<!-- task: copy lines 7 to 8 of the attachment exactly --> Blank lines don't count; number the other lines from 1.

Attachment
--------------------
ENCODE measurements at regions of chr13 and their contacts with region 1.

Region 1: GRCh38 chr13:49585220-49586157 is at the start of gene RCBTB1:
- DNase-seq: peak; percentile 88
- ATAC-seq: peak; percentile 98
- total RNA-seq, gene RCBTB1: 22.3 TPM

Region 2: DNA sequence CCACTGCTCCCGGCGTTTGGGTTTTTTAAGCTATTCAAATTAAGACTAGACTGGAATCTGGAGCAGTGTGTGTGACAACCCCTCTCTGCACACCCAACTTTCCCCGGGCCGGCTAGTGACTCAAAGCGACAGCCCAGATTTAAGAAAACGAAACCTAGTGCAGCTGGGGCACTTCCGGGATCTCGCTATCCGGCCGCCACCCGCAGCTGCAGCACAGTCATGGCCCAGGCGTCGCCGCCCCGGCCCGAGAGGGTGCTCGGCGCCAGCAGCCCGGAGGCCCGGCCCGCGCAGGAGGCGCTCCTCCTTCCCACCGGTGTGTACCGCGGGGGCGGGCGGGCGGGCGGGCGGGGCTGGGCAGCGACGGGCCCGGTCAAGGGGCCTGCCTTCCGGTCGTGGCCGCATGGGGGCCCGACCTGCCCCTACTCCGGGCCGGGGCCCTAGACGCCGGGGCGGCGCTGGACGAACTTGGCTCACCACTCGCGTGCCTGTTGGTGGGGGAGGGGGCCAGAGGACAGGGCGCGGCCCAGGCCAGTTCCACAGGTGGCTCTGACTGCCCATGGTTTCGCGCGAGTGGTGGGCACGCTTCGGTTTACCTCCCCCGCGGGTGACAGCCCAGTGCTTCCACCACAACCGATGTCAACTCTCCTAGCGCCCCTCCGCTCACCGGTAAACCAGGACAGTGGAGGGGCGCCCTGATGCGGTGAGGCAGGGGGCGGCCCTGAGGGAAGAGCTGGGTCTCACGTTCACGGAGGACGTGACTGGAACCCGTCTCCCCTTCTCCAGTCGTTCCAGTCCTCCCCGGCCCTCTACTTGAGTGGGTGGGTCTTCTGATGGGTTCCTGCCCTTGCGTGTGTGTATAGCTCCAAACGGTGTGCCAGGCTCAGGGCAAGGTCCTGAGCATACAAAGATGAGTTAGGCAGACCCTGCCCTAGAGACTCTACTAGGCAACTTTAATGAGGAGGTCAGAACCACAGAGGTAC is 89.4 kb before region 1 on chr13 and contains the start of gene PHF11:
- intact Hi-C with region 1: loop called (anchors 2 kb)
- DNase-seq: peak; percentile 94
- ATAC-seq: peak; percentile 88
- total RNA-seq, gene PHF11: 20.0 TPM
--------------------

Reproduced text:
- intact Hi-C with region 1: loop called (anchors 2 kb)
- DNase-seq: peak; percentile 94